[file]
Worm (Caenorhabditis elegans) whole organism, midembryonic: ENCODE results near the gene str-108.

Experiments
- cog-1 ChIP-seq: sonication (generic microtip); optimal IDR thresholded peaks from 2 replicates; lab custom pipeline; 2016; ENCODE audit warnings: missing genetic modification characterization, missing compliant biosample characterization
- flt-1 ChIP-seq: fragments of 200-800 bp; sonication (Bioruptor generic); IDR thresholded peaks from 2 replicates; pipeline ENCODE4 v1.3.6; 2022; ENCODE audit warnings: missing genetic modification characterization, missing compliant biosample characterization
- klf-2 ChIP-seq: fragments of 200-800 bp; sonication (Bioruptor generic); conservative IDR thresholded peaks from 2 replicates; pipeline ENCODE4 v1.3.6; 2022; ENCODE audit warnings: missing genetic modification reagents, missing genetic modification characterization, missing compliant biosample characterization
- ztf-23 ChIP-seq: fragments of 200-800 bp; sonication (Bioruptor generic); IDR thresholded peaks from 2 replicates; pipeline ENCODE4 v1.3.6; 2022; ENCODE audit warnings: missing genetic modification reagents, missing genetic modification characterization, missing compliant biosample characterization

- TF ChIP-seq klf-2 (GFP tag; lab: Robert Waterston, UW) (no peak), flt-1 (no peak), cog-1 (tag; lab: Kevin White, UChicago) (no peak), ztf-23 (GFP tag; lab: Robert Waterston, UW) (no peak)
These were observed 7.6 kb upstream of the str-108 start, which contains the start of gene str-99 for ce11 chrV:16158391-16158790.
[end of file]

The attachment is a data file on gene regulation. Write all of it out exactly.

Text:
Worm (Caenorhabditis elegans) whole organism, midembryonic: ENCODE results near the gene str-108.

Experiments
- cog-1 ChIP-seq: sonication (generic microtip); optimal IDR thresholded peaks from 2 replicates; lab custom pipeline; 2016; ENCODE audit warnings: missing genetic modification characterization, missing compliant biosample characterization
- flt-1 ChIP-seq: fragments of 200-800 bp; sonication (Bioruptor generic); IDR thresholded peaks from 2 replicates; pipeline ENCODE4 v1.3.6; 2022; ENCODE audit warnings: missing genetic modification characterization, missing compliant biosample characterization
- klf-2 ChIP-seq: fragments of 200-800 bp; sonication (Bioruptor generic); conservative IDR thresholded peaks from 2 replicates; pipeline ENCODE4 v1.3.6; 2022; ENCODE audit warnings: missing genetic modification reagents, missing genetic modification characterization, missing compliant biosample characterization
- ztf-23 ChIP-seq: fragments of 200-800 bp; sonication (Bioruptor generic); IDR thresholded peaks from 2 replicates; pipeline ENCODE4 v1.3.6; 2022; ENCODE audit warnings: missing genetic modification reagents, missing genetic modification characterization, missing compliant biosample characterization

- TF ChIP-seq klf-2 (GFP tag; lab: Robert Waterston, UW) (no peak), flt-1 (no peak), cog-1 (tag; lab: Kevin White, UChicago) (no peak), ztf-23 (GFP tag; lab: Robert Waterston, UW) (no peak)
These were observed 7.6 kb upstream of the str-108 start, which contains the start of gene str-99 for ce11 chrV:16158391-16158790.